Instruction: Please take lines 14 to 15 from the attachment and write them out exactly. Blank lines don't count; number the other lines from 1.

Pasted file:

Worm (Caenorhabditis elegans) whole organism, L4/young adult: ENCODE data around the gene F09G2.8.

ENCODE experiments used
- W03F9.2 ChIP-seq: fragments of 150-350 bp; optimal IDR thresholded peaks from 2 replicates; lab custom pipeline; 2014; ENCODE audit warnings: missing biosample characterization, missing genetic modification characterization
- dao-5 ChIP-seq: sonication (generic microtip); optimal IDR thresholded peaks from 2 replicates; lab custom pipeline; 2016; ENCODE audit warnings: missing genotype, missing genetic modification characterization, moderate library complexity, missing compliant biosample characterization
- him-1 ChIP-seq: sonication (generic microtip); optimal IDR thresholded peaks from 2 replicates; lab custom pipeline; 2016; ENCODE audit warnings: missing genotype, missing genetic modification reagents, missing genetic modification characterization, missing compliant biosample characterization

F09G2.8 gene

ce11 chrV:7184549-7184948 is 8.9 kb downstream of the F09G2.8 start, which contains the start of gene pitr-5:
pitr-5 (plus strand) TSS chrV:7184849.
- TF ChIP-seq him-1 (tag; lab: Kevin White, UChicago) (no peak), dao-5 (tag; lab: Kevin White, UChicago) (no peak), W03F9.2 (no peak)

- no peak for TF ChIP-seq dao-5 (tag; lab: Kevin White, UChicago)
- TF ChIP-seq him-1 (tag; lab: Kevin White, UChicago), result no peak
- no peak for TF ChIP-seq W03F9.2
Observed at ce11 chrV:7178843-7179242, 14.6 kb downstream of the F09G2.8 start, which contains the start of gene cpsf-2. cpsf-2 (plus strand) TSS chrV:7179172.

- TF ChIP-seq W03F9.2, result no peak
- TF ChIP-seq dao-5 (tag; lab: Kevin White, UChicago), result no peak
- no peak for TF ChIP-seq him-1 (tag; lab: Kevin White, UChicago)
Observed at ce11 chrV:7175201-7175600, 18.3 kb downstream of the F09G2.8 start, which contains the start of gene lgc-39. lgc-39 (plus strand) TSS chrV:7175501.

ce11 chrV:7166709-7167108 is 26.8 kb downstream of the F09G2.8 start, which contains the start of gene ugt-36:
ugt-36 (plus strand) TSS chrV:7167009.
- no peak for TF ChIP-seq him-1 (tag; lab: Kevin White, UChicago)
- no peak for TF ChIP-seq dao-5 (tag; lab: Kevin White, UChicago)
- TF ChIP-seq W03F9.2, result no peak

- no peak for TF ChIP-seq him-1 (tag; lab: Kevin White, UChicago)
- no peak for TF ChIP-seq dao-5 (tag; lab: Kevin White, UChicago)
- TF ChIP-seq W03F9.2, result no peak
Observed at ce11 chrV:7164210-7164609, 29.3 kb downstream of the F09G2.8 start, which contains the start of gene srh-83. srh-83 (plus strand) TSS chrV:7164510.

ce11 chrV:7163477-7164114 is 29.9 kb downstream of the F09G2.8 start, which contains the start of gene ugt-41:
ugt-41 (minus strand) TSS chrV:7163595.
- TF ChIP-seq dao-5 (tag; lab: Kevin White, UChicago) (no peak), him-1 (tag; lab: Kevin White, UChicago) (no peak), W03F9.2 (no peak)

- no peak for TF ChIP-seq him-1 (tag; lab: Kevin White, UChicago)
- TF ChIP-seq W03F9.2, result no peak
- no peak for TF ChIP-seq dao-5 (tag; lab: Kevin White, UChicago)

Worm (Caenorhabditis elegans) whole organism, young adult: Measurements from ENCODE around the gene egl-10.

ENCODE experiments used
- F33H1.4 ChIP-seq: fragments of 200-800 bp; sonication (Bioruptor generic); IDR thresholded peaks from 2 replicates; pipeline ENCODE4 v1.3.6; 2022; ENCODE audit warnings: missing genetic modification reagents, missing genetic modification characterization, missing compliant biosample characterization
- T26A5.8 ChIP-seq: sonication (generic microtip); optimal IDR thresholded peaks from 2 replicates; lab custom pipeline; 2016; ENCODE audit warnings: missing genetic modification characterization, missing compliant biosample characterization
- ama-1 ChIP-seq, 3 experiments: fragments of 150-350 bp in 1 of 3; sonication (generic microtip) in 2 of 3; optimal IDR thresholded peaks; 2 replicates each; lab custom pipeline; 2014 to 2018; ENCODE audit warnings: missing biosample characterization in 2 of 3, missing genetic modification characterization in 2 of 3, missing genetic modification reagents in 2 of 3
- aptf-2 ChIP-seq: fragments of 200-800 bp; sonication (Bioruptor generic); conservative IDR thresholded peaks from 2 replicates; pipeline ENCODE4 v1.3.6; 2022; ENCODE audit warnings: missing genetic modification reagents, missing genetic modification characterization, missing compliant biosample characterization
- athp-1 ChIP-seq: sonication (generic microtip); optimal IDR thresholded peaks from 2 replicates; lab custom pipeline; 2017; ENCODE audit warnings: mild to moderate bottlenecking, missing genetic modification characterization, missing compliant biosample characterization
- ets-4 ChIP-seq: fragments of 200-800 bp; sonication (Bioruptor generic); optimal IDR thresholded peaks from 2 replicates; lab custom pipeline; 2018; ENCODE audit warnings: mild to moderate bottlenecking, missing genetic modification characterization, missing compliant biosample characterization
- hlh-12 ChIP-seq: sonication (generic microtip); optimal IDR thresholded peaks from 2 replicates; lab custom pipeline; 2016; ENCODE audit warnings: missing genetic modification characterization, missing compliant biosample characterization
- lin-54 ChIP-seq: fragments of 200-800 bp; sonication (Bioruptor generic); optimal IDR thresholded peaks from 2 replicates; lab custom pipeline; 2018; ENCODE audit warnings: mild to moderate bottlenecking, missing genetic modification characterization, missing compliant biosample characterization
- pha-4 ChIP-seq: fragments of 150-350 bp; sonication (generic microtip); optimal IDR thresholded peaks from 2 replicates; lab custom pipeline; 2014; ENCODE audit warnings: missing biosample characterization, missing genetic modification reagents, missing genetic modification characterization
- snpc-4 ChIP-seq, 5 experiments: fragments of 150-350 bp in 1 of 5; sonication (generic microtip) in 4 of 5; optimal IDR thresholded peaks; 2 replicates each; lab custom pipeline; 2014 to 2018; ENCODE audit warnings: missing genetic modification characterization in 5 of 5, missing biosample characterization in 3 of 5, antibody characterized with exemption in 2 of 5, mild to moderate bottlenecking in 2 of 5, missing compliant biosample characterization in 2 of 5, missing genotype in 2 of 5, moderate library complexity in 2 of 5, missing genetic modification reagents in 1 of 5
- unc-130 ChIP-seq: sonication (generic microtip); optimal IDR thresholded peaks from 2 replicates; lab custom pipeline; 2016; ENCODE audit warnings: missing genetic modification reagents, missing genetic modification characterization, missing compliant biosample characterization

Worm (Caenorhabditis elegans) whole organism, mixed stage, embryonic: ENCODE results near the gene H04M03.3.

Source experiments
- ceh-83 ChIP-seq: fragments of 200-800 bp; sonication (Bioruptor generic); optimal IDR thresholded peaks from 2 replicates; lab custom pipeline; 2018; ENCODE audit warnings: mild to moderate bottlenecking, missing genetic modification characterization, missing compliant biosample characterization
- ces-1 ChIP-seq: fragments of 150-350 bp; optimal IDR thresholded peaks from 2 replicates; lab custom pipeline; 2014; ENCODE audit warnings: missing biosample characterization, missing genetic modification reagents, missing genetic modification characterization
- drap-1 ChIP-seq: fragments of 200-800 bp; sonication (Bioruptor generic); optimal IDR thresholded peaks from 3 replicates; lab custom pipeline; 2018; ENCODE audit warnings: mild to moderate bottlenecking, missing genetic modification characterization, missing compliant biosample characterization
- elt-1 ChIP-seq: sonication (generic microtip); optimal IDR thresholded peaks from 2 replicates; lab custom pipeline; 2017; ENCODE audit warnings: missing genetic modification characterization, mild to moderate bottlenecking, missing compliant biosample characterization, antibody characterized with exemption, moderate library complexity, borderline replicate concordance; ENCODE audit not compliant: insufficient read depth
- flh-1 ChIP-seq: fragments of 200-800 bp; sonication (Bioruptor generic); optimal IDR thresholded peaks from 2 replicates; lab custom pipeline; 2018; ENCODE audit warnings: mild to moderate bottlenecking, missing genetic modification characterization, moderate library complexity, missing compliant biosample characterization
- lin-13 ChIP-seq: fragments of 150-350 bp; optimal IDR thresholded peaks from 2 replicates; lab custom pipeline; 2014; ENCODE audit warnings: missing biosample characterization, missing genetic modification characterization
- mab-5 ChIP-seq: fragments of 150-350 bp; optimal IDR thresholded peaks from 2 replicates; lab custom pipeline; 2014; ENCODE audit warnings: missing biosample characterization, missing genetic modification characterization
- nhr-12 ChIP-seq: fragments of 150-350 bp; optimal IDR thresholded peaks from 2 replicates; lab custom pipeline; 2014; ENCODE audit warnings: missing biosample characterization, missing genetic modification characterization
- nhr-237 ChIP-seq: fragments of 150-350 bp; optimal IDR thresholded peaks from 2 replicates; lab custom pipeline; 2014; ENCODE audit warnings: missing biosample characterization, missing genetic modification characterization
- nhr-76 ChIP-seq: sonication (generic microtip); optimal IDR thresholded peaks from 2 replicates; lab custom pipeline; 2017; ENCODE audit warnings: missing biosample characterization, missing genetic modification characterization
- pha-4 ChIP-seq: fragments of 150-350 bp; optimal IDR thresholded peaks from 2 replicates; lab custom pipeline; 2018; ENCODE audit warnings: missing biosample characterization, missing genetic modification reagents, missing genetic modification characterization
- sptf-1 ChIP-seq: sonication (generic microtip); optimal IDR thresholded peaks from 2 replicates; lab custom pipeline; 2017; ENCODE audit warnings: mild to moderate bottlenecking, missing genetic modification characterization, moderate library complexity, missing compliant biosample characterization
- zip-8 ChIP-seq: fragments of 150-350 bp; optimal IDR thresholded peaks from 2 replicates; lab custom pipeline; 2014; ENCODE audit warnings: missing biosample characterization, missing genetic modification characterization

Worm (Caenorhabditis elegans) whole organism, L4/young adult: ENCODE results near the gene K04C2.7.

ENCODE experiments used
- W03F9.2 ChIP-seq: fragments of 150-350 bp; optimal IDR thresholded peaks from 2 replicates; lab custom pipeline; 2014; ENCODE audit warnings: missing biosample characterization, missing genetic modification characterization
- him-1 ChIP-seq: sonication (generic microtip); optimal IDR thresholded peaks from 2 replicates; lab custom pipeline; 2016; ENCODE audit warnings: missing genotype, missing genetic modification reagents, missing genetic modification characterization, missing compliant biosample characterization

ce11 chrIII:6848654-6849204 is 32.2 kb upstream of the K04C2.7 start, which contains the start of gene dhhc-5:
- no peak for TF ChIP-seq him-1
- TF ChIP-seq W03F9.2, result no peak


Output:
- TF ChIP-seq W03F9.2, result no peak
- TF ChIP-seq dao-5 (tag; lab: Kevin White, UChicago), result no peak